Straying From The Truth: The Historical Facts Disney’s ‘Pocahontas’ Overshadowed

Animated characters of Pocahontas, a brown-skinned Native American woman with long black hair and wearing a traditional dress, and John Smith, a muscular blonde white Englishman in soldier's gear, looking at each other during a confrontation. John, on the left, has a small smile on his face while Pocahontas, on the right, is scowling.
A scene fro Pocahontas (1995)

In every retelling of an old story, the storyteller must pose themselves a question. Exactly how much artistic license is enough? How far should you stray from the facts in pursuit of a good story? 1995’s Pocahontas, one of Disney’s great classically animated films, is a perfect illustration of this question. The epic tale of romantic heroism depicted two warring cultures alongside musical numbers and a splash of Disney-style magic.

It’s no secret that the film was loosely inspired by true events, or that it wasn’t exactly historically accurate, but you may be surprised by the extent to which artistic liberties were taken. Exactly how much was different, and why does it matter?

Colonial History 101

By the seventeenth century, much of North America was still undisturbed by outsiders. Unfortunately, all good things come to an end. A group of English colonialists under the Virginia Company of London landed in current-day Virginia in 1607 to form Jamestown, England’s first permanent settlement in North America. The first expedition to the settlement included Captain John Smith, a soldier who later became one of Jamestown’s first colonial governors. The settlement was off to a rocky start with insufficient supplies and rough seas, but their fate turned around with tobacco. In 1608, the English merchant John Rolfe landed in Jamestown. He introduced the Orinoco strain of tobacco from Trinidad to Virginia, which became a profitable cash crop.


The main thing which the Disney film got right is the fact that Pocahontas was the beloved daughter of the paramount chief of Powhatan, a network of tribes in current-day Virginia. Beyond that, the facts get very muddy. First of all, ‘Pocahontas’ was only a popular nickname, her two official names were Amonute and Motoaka.

John Smith

The love story between Pocahontas and John Smith was a purely Disney invention, created in the hopes that a Romeo-and-Juliet-esque storyline would capture audiences. That being said, it’s probably for the best that there was no real romance. In the movie, they met as adults. In reality, Pocahontas was only ten or eleven and John Smith was in his late twenties.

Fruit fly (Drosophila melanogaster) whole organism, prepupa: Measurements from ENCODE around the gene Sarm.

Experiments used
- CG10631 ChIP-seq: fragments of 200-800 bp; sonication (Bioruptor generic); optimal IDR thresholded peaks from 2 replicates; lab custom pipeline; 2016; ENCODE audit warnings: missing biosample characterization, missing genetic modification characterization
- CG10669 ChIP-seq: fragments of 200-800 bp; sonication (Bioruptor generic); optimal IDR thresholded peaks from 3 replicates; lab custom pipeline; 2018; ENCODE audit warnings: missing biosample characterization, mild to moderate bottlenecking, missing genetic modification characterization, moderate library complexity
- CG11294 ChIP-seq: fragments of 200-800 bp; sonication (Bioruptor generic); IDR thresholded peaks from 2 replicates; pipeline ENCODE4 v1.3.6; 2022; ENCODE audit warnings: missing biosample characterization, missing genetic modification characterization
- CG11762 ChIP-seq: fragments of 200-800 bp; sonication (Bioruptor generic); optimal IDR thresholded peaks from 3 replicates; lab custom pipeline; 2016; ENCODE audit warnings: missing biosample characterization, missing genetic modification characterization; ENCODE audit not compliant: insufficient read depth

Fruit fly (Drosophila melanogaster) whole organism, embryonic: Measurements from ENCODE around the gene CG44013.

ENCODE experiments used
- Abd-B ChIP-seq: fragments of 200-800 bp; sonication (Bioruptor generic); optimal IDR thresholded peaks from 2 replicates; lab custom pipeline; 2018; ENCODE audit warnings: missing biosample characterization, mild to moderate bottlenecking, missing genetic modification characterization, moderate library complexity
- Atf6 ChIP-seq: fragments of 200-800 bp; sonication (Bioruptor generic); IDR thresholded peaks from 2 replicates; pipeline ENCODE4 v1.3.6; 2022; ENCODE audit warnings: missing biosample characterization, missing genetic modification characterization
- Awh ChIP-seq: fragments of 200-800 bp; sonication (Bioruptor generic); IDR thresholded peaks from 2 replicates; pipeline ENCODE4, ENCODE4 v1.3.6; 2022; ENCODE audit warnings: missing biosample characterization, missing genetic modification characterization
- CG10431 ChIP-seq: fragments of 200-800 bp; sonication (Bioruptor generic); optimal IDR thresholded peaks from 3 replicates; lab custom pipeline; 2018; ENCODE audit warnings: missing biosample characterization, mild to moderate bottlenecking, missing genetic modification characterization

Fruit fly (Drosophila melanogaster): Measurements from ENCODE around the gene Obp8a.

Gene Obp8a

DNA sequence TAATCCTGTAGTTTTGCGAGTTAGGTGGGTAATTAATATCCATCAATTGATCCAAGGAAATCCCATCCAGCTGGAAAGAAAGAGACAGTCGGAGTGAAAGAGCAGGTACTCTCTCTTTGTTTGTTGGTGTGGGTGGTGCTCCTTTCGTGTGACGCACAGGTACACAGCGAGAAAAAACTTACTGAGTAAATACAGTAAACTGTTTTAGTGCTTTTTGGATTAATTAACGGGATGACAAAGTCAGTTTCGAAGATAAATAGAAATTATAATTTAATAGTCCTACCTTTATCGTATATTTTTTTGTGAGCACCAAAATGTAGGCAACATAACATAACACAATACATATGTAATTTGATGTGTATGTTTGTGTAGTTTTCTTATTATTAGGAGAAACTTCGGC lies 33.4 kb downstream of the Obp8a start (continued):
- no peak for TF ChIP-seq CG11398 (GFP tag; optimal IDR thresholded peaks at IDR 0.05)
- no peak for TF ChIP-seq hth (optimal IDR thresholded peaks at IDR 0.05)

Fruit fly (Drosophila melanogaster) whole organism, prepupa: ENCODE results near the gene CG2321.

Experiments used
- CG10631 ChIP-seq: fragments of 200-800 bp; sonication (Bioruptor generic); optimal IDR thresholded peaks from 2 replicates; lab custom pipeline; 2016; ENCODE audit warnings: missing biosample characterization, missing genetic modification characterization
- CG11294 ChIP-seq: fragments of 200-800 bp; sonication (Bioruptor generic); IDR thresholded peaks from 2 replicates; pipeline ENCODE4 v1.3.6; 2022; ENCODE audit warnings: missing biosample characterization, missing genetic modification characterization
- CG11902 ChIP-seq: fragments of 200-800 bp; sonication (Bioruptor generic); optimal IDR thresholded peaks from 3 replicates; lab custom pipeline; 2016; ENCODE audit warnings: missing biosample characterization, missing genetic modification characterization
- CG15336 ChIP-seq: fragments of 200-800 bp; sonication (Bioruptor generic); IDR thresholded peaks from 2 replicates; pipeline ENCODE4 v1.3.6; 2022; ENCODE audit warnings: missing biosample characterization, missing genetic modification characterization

The dramatic scene in which she rescued Smith from execution is impossible to confirm. All accounts of it originated from Smith himself, and it is likely to be a gross exaggeration. Nonetheless, Pocahontas did become a mediator between the English and the Powhatans, helping to smooth relations as the two groups began to exchange goods. In her mid-teens, Pocahontas married Kocoum, a fellow Native American, likely of the Patawomeck tribe. In the film, she was evading a forced marriage to Kocoum, which is an incredibly unfair depiction of their marriage. Kocoum died only a few years later, allegedly around the time of Pocahontas’s kidnapping.

Yes, kidnapping.

John Rolfe

In 1613, Pocahontas was kidnapped and held for ransom by the colonialists to force negotiations with the Powhatan chief amid the then-strained relations over resources. The plan worked. Afterwards, Pocahontas remained close to the English, eventually converting to Christianity and learning their ways. During this time, she met and married the also widowed John Rolfe. By most accounts, they genuinely fell in love. They had one son, Thomas, and stayed in Virginia for two years before travelling to England.

The Virginia Company of London funded this trip to promote trade and settlement in the New World. Pocahontas was presented as a “noble savage” to prove to the English that even Native Americans could be moral, educated and groomed. Disingenuously marketed to the English as a “princess”, she was introduced to polite London society. She fell ill on the voyage back to Virginia in 1617 and died on arrival, aged only 20 or 21.


It can’t be denied that Pocahontas was a fun film, and fun films sometimes require tweaking of the facts. However, its makers must have known the effect of creating a huge-budget production that was so far from reality. Many people still view Pocahontas as a one-dimensional character in a love story, but she was so much more than that. She was equally a political mediator and a political pawn. She died far too young, with her legacy shrouded by the biased accounts of people who took advantage of her.

Artistic liberty should, perhaps, have its limits. One can view this as just a children’s film about a woman who died over 400 years ago. Alternatively, one can recognise that this is one of thousands of stories that feed into the colonialist-hero trope which has slowly but surely watered down the harsh realities of what the British imposed upon North America.

To tell a story is to shape reality. What reality are you creating?

Also Read: Time’s Up for ‘Steamboat Willie’: A Shift in American Copyright

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Cynthia Kinyera

Cynthia Kinyera is a Communications Specialist and Freelance Writer specialising in lifestyle and wellness. She uses her easy-flowing prose and digital marketing skills to craft engaging high-converting content. Find out more about her work at cynthiawrites.com.